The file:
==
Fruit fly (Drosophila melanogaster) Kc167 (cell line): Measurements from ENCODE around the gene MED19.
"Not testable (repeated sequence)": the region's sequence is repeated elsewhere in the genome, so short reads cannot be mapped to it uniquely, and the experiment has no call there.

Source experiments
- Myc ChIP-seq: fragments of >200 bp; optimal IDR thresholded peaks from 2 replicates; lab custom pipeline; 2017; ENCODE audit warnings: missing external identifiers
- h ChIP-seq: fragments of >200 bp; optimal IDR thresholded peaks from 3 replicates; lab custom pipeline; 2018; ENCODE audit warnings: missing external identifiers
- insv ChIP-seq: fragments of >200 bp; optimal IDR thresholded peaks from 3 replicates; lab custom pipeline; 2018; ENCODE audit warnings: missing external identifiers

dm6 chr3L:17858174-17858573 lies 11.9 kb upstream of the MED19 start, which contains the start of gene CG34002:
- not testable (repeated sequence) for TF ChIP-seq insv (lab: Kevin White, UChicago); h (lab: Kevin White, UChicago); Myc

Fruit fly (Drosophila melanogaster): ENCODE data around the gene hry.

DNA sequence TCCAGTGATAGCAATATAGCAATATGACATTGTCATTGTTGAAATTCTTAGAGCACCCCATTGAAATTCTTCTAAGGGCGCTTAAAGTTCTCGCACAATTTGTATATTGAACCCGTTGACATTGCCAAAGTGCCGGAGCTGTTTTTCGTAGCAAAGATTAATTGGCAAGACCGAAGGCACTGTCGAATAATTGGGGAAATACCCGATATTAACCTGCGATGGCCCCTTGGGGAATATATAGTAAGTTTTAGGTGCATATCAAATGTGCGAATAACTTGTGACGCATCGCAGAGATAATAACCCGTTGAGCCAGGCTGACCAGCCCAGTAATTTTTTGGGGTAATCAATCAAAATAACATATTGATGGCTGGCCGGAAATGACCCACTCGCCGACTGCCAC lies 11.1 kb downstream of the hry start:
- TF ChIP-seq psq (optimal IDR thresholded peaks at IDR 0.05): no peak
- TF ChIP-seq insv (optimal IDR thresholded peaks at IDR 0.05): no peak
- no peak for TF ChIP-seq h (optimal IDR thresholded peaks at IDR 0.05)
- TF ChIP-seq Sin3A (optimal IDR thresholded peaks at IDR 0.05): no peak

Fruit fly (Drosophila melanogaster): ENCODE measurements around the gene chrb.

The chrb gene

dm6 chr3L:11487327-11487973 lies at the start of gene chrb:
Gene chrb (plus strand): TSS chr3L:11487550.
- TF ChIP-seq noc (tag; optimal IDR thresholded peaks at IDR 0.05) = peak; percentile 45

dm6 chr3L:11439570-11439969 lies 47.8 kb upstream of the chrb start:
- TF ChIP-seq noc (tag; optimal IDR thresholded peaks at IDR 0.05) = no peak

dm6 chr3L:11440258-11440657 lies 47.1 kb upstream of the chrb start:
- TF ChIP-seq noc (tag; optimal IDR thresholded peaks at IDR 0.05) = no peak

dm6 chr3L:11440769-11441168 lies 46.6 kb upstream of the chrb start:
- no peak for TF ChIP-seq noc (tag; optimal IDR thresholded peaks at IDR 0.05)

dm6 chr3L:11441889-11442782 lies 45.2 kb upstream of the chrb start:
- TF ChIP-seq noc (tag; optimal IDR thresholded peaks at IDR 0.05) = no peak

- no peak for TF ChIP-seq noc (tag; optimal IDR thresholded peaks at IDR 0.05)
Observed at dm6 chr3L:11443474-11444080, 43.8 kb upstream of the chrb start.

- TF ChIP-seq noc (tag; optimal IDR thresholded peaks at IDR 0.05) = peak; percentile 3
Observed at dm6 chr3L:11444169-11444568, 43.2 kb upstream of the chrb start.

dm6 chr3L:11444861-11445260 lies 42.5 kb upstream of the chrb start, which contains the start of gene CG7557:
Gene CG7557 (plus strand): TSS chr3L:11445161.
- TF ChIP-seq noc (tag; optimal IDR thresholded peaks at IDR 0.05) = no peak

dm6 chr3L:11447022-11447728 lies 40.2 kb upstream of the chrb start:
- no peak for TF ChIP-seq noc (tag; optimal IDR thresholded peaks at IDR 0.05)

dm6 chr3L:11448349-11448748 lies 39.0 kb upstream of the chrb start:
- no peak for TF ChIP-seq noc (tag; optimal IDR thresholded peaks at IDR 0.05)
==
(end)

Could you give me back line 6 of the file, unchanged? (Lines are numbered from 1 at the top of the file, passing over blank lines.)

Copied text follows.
- insv ChIP-seq: fragments of >200 bp; optimal IDR thresholded peaks from 3 replicates; lab custom pipeline; 2018; ENCODE audit warnings: missing external identifiers